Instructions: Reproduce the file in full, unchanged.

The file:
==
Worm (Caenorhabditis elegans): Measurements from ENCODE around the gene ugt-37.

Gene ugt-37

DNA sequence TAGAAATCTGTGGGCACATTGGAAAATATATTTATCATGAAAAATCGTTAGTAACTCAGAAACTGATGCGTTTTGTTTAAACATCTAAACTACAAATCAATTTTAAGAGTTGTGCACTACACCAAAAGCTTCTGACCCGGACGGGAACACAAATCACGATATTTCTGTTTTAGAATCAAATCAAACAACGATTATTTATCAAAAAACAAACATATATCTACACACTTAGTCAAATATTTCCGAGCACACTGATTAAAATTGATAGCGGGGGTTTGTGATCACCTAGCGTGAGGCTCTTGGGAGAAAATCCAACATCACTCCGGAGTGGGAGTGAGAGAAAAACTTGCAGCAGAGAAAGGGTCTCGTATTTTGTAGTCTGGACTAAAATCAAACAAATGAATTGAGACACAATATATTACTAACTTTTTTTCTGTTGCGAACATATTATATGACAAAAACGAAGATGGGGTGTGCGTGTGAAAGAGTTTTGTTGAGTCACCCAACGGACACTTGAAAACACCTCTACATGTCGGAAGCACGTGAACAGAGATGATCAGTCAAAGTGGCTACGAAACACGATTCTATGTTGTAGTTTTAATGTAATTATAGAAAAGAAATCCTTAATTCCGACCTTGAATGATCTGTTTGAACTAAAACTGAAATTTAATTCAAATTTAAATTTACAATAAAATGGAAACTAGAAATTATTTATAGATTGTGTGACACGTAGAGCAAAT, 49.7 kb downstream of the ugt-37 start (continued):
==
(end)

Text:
Worm (Caenorhabditis elegans): Measurements from ENCODE around the gene ugt-37.

Gene ugt-37

DNA sequence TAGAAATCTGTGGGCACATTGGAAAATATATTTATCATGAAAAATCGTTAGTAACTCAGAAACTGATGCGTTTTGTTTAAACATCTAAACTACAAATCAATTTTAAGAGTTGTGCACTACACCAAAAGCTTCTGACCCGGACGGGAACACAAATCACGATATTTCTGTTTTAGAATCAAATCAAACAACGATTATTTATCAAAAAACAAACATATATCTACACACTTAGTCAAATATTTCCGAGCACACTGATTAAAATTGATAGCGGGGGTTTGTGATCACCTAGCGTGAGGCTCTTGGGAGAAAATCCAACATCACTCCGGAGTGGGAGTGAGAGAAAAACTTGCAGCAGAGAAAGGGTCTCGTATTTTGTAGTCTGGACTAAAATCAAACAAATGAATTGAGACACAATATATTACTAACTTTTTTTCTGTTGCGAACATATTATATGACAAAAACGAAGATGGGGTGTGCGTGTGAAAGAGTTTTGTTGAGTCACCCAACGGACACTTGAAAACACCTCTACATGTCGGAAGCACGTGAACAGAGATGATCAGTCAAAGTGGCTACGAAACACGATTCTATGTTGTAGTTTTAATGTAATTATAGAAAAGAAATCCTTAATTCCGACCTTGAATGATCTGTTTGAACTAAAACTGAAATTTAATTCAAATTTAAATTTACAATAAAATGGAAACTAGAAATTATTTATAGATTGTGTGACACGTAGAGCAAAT, 49.7 kb downstream of the ugt-37 start (continued):